Sleep challenges are some of the most common — and most frustrating — issues in pregnancy. For some women, changes in sleep can occur before they are even aware of the tiny human growing inside; others may not notice a difference until they approach their due dates.
In the first trimester, most pregnant women will experience a significant increase in daytime fatigue. Difficulty in getting through the workday without heavy eyelids or staying awake past even seven in the evening are almost universal complaints.
If you are struggling with profound fatigue, try listening to your body and taking a short nap after lunch (if possible) and/or actually turning in for the night a few hours earlier than usual. Try to resist the urge to sleep all day, as it may make for a night of tossing and turning. The good news is that most women will notice a huge improvement in their energy levels when they reach the second trimester.
Making the Most of Your Slumber
After a honeymoon period of increased energy, many expectant moms will start to have trouble with sleep at night. The following tips can help you ensure that you are maximizing your sleep hygiene — healthy practices that may bring about good nighttime sleep quality and daytime alertness.
• Try to go to sleep at the same time each night and to wake up around the same time each morning.
• Maintain a healthy diet — full of protein, fresh fruits and vegetables, and complex carbohydrates. Avoid eating too close to bedtime. Well-balanced meals can help to decrease rapid rises and falls in blood sugar, which can affect fatigue and sleep.
• Exercise regularly, but not too late in the evening. Being physically active can decrease stress, help with aches and pains that prevent sleep and necessitate good recovery with restorative sleep. However, exercise does tend to give a boost of energy shortly after completion, so time it well.
• Avoid screen time too close to turning in. The light of television, smartphones and tablets is very activating to the brain and has been shown to increase the time it takes to fall asleep. If you need something to wind down, try reading an actual book or magazine.
• Ensure that your bedroom is a comfortable temperature — aim for 60 to 67 degrees — and that your sleepwear and your bedding are appropriate for this climate. Things like blackout curtains, white-noise machines, fans and humidifiers can also make the room more relaxing.
Achieving Restorative Sleep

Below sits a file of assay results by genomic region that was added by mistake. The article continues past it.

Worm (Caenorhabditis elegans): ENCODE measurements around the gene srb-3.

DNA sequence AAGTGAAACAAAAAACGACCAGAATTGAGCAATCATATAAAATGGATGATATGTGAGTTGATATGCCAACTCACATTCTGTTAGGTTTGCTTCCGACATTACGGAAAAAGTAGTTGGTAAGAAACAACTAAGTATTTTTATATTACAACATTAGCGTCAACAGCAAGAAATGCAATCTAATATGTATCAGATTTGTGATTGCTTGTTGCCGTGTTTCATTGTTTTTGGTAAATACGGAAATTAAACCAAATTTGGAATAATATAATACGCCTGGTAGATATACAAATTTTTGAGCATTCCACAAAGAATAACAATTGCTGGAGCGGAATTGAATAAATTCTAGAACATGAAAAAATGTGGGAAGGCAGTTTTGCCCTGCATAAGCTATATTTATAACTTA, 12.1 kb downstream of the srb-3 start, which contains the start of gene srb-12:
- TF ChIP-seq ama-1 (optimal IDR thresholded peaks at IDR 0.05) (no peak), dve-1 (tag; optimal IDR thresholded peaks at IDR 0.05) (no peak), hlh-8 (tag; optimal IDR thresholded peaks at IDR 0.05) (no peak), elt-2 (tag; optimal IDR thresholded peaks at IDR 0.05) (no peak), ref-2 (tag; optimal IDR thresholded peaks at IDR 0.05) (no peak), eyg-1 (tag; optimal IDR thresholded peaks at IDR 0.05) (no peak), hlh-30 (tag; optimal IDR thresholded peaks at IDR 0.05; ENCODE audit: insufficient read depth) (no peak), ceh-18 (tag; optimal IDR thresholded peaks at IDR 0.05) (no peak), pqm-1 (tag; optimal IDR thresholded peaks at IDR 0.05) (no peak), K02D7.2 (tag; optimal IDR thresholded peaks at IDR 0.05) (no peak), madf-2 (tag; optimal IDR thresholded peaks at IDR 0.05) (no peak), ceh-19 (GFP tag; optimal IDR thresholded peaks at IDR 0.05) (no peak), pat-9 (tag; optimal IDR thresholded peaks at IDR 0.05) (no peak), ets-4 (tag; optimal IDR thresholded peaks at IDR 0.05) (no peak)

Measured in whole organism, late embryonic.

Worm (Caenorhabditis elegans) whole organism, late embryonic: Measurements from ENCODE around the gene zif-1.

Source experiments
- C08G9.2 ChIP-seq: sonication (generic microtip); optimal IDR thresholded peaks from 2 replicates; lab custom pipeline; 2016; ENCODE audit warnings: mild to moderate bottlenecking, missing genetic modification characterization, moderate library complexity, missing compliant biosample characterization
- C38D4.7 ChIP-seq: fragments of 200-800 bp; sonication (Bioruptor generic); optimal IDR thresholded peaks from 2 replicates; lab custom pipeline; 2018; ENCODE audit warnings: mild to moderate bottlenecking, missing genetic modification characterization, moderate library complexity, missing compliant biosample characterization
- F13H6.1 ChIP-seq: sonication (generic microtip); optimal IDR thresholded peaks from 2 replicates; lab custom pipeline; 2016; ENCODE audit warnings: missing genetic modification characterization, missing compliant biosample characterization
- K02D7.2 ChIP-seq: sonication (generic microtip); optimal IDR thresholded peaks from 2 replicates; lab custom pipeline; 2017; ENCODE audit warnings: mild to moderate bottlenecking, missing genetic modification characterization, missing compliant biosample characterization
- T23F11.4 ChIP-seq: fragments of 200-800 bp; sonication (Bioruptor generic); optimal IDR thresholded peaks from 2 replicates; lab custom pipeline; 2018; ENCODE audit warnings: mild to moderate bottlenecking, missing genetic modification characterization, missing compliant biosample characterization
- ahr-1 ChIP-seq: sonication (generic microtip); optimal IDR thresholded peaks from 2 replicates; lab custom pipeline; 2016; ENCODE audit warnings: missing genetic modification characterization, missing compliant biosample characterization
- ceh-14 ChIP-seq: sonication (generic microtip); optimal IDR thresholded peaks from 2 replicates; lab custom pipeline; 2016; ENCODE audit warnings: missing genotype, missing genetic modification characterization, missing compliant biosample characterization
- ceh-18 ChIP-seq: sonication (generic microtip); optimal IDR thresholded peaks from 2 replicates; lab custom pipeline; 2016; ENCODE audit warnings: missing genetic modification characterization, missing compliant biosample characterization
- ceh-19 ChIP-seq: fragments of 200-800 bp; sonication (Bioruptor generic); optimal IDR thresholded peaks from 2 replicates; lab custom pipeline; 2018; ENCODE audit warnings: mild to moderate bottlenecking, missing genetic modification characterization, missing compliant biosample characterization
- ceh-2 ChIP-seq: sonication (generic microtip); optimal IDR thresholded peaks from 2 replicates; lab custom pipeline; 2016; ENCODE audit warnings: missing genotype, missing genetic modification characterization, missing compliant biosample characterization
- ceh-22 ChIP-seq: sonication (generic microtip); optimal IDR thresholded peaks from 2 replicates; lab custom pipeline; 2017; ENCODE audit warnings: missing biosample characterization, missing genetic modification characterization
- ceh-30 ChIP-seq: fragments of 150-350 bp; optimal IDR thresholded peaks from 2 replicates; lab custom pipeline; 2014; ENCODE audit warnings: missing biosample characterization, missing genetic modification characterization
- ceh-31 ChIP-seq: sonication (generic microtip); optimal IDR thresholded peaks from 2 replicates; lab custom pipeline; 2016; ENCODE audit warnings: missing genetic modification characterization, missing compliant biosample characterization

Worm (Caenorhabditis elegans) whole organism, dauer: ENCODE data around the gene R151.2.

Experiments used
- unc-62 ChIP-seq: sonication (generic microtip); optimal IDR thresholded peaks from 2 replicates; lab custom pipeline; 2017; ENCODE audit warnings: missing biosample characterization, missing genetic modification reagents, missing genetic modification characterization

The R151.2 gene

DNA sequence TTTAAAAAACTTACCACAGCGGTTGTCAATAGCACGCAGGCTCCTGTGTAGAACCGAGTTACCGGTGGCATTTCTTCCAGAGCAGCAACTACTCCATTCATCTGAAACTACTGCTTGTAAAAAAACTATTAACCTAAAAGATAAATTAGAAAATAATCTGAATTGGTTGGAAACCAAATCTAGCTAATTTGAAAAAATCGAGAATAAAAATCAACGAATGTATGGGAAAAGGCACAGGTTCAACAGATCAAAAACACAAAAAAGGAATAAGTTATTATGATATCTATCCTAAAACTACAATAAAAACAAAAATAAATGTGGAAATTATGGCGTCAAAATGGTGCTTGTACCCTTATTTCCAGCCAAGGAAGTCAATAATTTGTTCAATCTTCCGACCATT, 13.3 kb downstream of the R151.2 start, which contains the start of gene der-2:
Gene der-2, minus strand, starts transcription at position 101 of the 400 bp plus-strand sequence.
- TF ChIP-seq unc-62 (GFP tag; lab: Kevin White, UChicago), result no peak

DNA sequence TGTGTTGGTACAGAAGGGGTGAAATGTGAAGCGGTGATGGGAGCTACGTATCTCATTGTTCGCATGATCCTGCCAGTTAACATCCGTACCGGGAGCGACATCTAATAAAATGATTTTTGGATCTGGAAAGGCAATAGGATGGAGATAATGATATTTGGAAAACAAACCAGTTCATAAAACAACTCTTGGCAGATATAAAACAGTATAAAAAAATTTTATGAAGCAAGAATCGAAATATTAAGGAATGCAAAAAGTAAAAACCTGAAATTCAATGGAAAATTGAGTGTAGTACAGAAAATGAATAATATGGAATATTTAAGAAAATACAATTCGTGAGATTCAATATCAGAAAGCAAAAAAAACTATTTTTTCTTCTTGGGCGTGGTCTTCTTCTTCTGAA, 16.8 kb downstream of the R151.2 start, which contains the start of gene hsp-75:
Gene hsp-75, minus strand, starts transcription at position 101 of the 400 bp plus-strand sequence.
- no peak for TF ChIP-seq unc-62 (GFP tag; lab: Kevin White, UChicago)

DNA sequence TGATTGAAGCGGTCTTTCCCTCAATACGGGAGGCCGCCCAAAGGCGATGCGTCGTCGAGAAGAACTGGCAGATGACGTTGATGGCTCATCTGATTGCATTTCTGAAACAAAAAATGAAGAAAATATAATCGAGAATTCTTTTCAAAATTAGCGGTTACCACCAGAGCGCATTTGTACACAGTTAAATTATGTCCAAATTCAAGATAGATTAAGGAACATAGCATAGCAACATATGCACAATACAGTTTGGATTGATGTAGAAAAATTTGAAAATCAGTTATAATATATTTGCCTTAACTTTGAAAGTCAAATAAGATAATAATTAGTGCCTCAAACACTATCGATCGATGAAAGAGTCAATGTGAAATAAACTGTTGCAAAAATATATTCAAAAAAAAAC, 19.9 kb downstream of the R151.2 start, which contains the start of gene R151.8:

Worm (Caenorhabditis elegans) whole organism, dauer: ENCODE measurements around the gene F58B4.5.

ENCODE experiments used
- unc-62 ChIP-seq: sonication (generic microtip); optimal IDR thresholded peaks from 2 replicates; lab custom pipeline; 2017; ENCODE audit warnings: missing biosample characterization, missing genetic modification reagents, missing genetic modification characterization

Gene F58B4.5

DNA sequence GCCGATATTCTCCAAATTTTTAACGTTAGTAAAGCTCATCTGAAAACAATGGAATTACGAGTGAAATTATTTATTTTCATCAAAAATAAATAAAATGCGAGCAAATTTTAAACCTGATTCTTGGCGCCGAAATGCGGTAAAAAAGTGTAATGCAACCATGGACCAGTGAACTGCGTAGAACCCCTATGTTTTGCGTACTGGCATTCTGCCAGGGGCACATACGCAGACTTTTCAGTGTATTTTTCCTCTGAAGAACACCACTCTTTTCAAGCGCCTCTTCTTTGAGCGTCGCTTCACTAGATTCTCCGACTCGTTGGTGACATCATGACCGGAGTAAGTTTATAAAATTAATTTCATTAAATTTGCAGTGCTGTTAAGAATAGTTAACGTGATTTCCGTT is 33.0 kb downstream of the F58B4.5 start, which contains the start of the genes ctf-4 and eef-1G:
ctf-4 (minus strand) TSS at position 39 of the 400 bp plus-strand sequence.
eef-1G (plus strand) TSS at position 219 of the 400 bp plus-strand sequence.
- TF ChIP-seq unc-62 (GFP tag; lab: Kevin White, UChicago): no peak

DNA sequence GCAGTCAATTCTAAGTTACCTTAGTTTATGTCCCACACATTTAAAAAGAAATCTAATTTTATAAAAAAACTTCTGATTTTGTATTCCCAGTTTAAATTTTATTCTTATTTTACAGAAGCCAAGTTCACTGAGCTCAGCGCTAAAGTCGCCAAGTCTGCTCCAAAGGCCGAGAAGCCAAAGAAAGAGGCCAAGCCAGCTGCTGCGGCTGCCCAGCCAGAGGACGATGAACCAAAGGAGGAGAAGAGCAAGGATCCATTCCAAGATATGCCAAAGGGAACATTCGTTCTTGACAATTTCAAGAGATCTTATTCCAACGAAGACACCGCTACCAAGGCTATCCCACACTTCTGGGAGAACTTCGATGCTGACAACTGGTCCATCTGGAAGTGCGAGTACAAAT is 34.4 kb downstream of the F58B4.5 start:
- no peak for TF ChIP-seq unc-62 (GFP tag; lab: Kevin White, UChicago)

There are also more specific issues unique to pregnancy that can pose a challenge to getting a good night’s sleep. Some of these issues and what you can do about them follow.
Problem: General discomfort. The growing uterus causes a change in the center of gravity, so finding a comfortable position may get harder as your baby gets bigger.
Solution: Most women find it easiest to sleep on their sides, and this is also the position that maximizes blood flow to your baby. Using pillows for support under the belly, the back and between the knees may be helpful. There are many versions of pregnancy pillows available, and you may need to experiment to identify the best shape or size for you, or to find a pillow that actually fits in the bed with you and your partner!
Problem: Heartburn. This miserable symptom is usually worse while lying down.
Solution: Elevating your head and shoulders with a few pillows or the head of your bed with a block can help improve heartburn, as can avoiding triggers such as acidic, fried and spicy foods and not eating right before bed. Ask your healthcare provider about medications that can help combat heartburn, which often worsens as you get closer to your due date.
Problem: Anxiety. Sometimes it can be hard to turn off your brain at the end of a long day. Wondering when your baby will come, how your life will change and whether you’re ready, in addition to the usual prepregnancy stressors, can be overwhelming.
Solution: Meditation, yoga, regular exercise and sharing your thoughts with a partner or close friend may decrease the after-dark anxieties. If you find that these interventions are not beneficial and you are really struggling, talk to your provider.
Problem: Fetal Movement. Many babies are more active in the evening hours, and their acrobatics often keep their expectant mothers awake.
Solution: While there is not much you can do to change fetal activity, following the tips above for good sleep hygiene often can improve the chances that you will be tired enough to sleep through the in utero dance party.
Problem: Frequent urination. This is an inevitable part of pregnancy, and most women will need to get up a few times a night by full term.
Solution: In an effort to decrease your trips to the bathroom, try to limit fluid intake for a few hours before bed, and avoid caffeine in the afternoon or evening. (You should limit your daily caffeine intake to 200 mg or about a 12-oz cup of coffee while pregnant anyway.)
If sleep is still elusive despite trying all of these techniques, talk to your provider about whether there may be any other safe interventions. It is best to maximize your slumber now because once your baby is born, restorative sleep may be even harder to achieve for a few months!
Lynsey Caldwell Owen, MD, FACOG, is an ob/gyn at Arlington Women’s Center and Virginia Hospital Center in Arlington, VA.
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